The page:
There are only three (3) very simple components to the "PPR". Two of them are factual matters and

the third is an umpire's potential judgment call. The confusion on the part of Tournament/Field

Directors, Umpires and Managers/Players is the result of over-complication of the rule interpretation.



The umpire shall automatically apply the PPR and the resultant 'Dead Ball Out' ruling in the following factual circumstances:

• The PPR is applied only WHEN a batted ball actually strikes the pitcher (except on the arms -

See 'Judgment Call' below). Near misses, balls batted sharply through the pitcher's box or in

the vicinity of the pitcher, without striking the pitcher, do NOT result in the automatic

application of the PPR. It is NOT our intent to remove the pitcher from the game defensively.

The previous requirement that the batted ball be a line drive has been removed. Short hops

striking the pitcher are now encompassed by the PPR. Example: The PPR is automatically

applied when a sharply batted ball strikes the pitcher's head, neck, torso or legs. Think of the

"sheriff's pistol range" armless silhouette target as a visual illustration.

The pitcher MUST be in the pitcher's box when struck by a batted ball as described above.

The pitcher's box is a 2' by 6' rectangle with the front being the front edge of the pitching

rubber (50' from home plate) and extending 6' back there from toward 2nd base. Being in the

pitcher's box is defined as ANY part of the body being in contact with the pitcher's box or the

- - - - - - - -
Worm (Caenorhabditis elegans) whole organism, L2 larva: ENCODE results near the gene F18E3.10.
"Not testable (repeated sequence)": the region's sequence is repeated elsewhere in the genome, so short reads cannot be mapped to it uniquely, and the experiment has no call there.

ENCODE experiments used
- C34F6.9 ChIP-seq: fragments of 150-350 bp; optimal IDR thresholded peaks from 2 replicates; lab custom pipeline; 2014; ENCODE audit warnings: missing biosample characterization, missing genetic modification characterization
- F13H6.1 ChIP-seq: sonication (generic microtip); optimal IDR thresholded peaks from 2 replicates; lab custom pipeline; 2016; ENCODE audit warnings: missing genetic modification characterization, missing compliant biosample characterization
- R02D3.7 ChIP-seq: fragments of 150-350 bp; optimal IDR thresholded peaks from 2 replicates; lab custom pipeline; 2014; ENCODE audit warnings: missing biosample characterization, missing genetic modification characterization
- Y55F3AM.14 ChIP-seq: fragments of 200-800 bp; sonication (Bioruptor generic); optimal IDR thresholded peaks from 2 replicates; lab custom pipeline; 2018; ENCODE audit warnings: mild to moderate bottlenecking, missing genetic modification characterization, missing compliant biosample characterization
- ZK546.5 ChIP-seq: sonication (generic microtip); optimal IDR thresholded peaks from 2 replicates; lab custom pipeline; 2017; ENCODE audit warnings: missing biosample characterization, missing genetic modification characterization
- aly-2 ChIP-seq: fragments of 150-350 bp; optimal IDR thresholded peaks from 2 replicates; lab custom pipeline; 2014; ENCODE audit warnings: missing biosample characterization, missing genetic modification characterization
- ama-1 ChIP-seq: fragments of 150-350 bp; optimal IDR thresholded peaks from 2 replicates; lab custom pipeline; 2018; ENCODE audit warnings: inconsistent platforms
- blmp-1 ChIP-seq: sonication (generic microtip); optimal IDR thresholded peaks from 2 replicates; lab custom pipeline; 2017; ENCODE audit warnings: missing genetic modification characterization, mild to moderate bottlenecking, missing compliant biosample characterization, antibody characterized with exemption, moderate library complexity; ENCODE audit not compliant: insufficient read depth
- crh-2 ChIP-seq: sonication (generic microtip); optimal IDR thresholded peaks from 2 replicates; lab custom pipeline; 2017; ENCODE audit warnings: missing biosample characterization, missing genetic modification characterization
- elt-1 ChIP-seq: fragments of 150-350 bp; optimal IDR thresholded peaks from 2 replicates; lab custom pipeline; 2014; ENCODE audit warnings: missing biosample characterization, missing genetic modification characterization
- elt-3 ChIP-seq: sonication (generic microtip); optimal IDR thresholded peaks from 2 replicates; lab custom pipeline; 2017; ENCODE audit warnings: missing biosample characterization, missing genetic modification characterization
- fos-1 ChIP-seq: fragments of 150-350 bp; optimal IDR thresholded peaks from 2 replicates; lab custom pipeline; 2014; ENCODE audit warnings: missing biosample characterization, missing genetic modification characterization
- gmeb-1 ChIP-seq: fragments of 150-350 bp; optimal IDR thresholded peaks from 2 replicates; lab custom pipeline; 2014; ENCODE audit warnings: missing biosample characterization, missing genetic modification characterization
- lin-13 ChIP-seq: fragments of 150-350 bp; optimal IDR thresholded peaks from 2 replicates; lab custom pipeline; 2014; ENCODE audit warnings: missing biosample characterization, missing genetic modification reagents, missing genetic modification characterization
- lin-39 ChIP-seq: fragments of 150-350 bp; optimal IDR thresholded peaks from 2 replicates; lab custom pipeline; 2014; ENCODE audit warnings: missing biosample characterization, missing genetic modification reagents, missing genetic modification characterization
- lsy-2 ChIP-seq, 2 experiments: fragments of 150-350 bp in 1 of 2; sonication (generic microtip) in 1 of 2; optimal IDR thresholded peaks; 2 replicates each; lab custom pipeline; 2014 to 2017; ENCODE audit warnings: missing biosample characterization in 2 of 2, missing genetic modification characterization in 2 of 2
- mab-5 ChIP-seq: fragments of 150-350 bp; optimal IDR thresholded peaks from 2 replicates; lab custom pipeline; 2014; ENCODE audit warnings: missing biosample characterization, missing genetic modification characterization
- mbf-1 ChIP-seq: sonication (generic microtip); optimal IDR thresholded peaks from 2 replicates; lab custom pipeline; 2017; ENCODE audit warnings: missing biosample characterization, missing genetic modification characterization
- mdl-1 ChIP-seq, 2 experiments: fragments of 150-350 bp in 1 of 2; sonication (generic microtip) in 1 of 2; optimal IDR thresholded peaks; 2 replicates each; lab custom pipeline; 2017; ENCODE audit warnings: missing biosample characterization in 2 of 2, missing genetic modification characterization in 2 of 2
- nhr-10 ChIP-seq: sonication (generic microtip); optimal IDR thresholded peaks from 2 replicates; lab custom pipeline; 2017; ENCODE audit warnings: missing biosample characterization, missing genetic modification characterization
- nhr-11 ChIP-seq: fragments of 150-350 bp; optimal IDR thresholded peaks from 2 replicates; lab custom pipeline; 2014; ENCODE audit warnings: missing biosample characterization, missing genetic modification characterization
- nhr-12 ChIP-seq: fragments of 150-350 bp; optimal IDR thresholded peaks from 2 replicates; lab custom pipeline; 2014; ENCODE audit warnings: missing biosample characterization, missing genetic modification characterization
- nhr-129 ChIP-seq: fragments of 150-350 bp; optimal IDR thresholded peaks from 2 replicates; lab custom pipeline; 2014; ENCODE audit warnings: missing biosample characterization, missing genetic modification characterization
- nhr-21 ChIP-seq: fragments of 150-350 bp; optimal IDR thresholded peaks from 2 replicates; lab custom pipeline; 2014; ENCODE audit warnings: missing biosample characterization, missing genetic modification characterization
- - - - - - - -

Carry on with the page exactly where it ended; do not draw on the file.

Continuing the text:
lines defining the box. Examples: A pitcher leaning outside the box to deliver a pitch, with a

foot down on or inside the lines of the pitcher's box IS protected by the PPR. (Lines are in!)

Conversely, a pitcher who delivers a pitch then loses contact with the pitcher's box by stepping

to the side to assume a fielding position is NOT covered by the PPR. The same result applies

when a pitcher delivers a pitch then retreats behind the pitcher's box, or to any other position

in the field of play, for purposes of making a defensive play. The pitcher's box is the only 'safe

haven' for application of the PPR.



The umpire shall make a judgment call as to the application of the PPR when any batted ball strikes

the pitcher in the arms, including the glove.

When a batted ball strikes the pitcher in the arm (including the glove), while the pitcher is, in

the umpire's judgment, in the process of making a reasonable defensive play on the ball, the

PPR does NOT apply. This is a 'play on' situation. Example: Pitcher is in the pitcher's box and

reaches out (or jumps up) in an attempt to field a batted ball, which strikes the pitcher on the

forearm. This is a live ball and the result of the play stands.

When a batted ball strikes the pitcher in the arm (including the glove), whether or not the ball

ultimately strikes any other part of the pitcher's body, AND in the umpire's judgment, the

pitcher had NO opportunity to make a reasonable defensive play on the ball, the PPR applies

and a resultant “Dead Ball Out” ruling shall be made. Examples: Pitcher is struck in the arm(s)

while reacting to protect himself or avoid being harmed by the batted ball. Pitcher makes a

personal defensive reflex move and is struck by the batted ball on the arm and/or other part of

the body.



Only two factual criteria determine the automatic application (or non-application) of the PPR. An

umpire's judgment call, not subject to protest or appeal, is required when a batted ball strikes a pitcher on the arms, whether or not it then strikes another part(s) of the pitcher's body.